[Marxism] A united resistance

Louis Proyect lnp3 at panix.com
Wed Apr 7 07:04:30 MDT 2004

Boston Globe, 4/7/2004
Sunnis and Shi'ites unite in resistance
By Thanassis Cambanis

BAGHDAD -- Two neighborhoods accustomed to looking at each other over 
the barrels of drawn guns yesterday found common ground in their hatred 
of America.

Aadhamiya, a Sunni Muslim stronghold that has been a hotbed of 
resistance in the capital since US forces entered this city a year ago 
this week, and Kadhimiya, the heart of Baghdad's middle class and most 
politically moderate Shi'ite Muslim community, face each other across 
the Tigris River. Over the last year, they have seen sporadic sectarian 
violence, with Sunnis and Shi'ites crossing the bridge dividing their 
two neighborhoods to kill rival clerics and suspected collaborators.

Yesterday, however, gunmen in both neighborhoods had nothing but kind 
words for one another, as Sunni insurgents mounted a surprise attack on 
US troops, capitalizing on the strife and disorder created by the 
violence in Shi'ite areas of the city under the sway of the radical Army 
of the Mahdi.

"I think the Shi'a should have started earlier. We welcome them to the 
struggle," said Ali Midhat, 31, a devout Sunni who works in a stationery 
store 30 feet from the Aadhamiya police station entrance and watched the 
fighting that raged there for six hours after evening prayers.

An urban guerrilla war of resistance -- even if it does not rise to the 
level of a mass popular uprising -- is one of the greatest fears of the 
US-led occupation authority and the American-appointed Iraqi Governing 
Council charged with leading the country to independence. If the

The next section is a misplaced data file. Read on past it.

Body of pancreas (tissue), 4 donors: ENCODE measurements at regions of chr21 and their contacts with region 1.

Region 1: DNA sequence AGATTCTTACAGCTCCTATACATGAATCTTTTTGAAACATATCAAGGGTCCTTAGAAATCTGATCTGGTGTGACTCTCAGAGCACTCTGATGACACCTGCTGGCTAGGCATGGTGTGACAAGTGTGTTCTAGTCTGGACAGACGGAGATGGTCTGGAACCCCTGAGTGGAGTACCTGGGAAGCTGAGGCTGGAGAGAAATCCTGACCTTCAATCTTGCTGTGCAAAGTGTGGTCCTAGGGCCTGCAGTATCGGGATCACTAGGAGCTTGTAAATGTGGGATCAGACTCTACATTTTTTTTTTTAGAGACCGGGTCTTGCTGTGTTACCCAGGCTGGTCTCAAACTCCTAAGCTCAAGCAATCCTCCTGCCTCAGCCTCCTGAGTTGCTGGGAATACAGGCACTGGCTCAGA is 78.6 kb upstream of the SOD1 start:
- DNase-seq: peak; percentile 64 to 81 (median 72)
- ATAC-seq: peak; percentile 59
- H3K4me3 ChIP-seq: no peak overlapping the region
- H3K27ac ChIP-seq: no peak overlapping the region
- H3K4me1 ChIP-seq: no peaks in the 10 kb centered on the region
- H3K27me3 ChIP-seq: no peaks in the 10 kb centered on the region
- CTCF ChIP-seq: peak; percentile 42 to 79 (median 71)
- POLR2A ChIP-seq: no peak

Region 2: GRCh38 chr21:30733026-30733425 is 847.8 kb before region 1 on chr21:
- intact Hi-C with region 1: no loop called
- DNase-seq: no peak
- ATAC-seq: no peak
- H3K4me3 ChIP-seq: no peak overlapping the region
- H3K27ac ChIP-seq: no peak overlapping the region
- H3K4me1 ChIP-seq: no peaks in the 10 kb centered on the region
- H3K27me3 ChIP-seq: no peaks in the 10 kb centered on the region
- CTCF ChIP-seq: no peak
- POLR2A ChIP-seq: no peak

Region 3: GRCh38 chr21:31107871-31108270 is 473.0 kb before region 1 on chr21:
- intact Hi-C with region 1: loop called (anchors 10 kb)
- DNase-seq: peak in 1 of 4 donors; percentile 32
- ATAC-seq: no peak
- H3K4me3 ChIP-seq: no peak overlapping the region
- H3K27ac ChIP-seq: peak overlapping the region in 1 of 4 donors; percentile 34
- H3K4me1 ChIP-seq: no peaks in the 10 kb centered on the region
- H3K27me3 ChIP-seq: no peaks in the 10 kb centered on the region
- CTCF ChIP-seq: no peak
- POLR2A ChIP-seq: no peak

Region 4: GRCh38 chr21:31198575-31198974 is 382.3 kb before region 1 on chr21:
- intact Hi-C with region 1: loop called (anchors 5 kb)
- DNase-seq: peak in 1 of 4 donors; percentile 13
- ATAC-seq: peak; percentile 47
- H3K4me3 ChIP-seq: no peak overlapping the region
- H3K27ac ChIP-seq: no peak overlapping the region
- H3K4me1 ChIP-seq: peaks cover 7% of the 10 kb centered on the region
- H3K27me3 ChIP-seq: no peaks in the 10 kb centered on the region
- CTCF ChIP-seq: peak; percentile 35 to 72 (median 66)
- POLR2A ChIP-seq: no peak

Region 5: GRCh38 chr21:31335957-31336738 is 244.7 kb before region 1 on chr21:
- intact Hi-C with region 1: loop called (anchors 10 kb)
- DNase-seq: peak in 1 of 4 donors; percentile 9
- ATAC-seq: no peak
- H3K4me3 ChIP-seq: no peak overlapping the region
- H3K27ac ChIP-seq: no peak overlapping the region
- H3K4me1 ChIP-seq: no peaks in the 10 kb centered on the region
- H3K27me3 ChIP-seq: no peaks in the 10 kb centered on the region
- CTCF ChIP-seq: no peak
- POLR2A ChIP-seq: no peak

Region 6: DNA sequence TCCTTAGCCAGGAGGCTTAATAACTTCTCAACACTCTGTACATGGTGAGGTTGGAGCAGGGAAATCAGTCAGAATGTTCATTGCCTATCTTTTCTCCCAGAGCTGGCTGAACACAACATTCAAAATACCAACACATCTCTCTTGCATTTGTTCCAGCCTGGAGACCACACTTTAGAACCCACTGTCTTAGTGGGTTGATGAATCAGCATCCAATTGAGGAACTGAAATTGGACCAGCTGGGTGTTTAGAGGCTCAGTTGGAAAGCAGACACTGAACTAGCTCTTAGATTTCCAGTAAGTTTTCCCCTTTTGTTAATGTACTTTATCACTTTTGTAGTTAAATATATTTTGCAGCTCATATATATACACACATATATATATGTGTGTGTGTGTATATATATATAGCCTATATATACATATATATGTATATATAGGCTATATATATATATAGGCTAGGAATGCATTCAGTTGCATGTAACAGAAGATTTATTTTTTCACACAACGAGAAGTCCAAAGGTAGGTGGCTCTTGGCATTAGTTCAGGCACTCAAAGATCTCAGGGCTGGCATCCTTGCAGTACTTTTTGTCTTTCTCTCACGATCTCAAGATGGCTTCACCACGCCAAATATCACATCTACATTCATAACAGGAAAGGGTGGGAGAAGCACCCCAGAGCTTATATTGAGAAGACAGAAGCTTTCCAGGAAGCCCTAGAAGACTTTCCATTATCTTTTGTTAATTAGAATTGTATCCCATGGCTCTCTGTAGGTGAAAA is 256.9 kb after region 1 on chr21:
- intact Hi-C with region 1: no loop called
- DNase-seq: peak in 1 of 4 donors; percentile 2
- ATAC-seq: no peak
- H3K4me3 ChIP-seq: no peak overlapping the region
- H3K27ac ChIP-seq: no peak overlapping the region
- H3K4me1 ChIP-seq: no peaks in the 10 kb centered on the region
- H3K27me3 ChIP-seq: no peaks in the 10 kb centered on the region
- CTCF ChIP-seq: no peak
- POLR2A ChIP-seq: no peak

situation does spiral into a broader-based resistance -- one that draws 
together Iraqis across the religious and political spectrum -- it would 
look a lot like Aadhamiya and Kadhimiya did yesterday.

"The Americans crossed oceans to come to us and spread their Western 
culture, molding our religion into their Western model," Midhat said. 
"This is why the Muslims rise up in jihad."

On Monday night, insurgents in Aadhamiya staged their boldest and 
largest attack against US troops since April 10 of last year, when 
fighters of Saddam Hussein's fanatical Fedayeen militia battled 
advancing Americans from the Abu Hanifa mosque until 20 of them were 
killed, in some of the city center's fiercest fighting.

The predominantly Sunni fighters in Aadhamiya are called mujahedeen, or 
freedom fighters, although in conversation some of them betray their 
pasts by referring to themselves as Fedayeen.

More than 100 insurgents, armed with rocket-propelled grenades, hand 
grenades, and machine guns, surprised US troops in the neighborhood with 
a two-pronged attack Monday night.

First, gunmen fired in the air in front of Abu Hanifa mosque, "to draw 
them onto the field of battle," said a 22-year-old who gave only his nom 
de guerre, Abdullah. Then they attacked a police station about a 
half-mile away.

"They took the bait," he said.

His left hand is disfigured from a bullet wound that etched a spiderweb 
of scars from his wrist to the base of his fingers, and left his pinky 
finger hanging limp and useless; he was shot defending the Baghdad 
airport from US troops last April, he said.

His right hand was still covered in blood yesterday, half a day after 
the fighting ceased. He had dragged the body of a fellow fighter, Ahmed, 
and his rocket-propelled grenade launcher, from the street after he was